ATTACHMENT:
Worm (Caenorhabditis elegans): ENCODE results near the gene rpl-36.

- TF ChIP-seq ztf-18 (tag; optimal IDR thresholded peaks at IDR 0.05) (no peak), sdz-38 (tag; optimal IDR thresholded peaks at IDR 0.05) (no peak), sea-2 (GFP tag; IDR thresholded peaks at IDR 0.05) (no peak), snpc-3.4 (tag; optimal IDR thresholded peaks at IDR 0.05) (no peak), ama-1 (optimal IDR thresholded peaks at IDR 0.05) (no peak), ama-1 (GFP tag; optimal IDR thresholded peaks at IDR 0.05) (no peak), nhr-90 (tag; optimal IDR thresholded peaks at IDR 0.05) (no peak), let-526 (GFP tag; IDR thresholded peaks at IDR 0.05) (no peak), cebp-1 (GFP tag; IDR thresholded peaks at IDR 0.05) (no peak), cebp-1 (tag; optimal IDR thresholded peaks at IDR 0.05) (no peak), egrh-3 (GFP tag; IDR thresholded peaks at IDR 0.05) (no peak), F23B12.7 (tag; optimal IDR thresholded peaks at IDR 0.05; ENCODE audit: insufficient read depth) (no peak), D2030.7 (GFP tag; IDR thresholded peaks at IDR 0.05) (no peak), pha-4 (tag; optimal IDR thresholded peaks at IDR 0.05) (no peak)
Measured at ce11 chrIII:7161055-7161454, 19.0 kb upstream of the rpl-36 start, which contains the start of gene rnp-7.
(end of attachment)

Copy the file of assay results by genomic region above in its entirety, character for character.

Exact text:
Worm (Caenorhabditis elegans): ENCODE results near the gene rpl-36.

- TF ChIP-seq ztf-18 (tag; optimal IDR thresholded peaks at IDR 0.05) (no peak), sdz-38 (tag; optimal IDR thresholded peaks at IDR 0.05) (no peak), sea-2 (GFP tag; IDR thresholded peaks at IDR 0.05) (no peak), snpc-3.4 (tag; optimal IDR thresholded peaks at IDR 0.05) (no peak), ama-1 (optimal IDR thresholded peaks at IDR 0.05) (no peak), ama-1 (GFP tag; optimal IDR thresholded peaks at IDR 0.05) (no peak), nhr-90 (tag; optimal IDR thresholded peaks at IDR 0.05) (no peak), let-526 (GFP tag; IDR thresholded peaks at IDR 0.05) (no peak), cebp-1 (GFP tag; IDR thresholded peaks at IDR 0.05) (no peak), cebp-1 (tag; optimal IDR thresholded peaks at IDR 0.05) (no peak), egrh-3 (GFP tag; IDR thresholded peaks at IDR 0.05) (no peak), F23B12.7 (tag; optimal IDR thresholded peaks at IDR 0.05; ENCODE audit: insufficient read depth) (no peak), D2030.7 (GFP tag; IDR thresholded peaks at IDR 0.05) (no peak), pha-4 (tag; optimal IDR thresholded peaks at IDR 0.05) (no peak)
Measured at ce11 chrIII:7161055-7161454, 19.0 kb upstream of the rpl-36 start, which contains the start of gene rnp-7.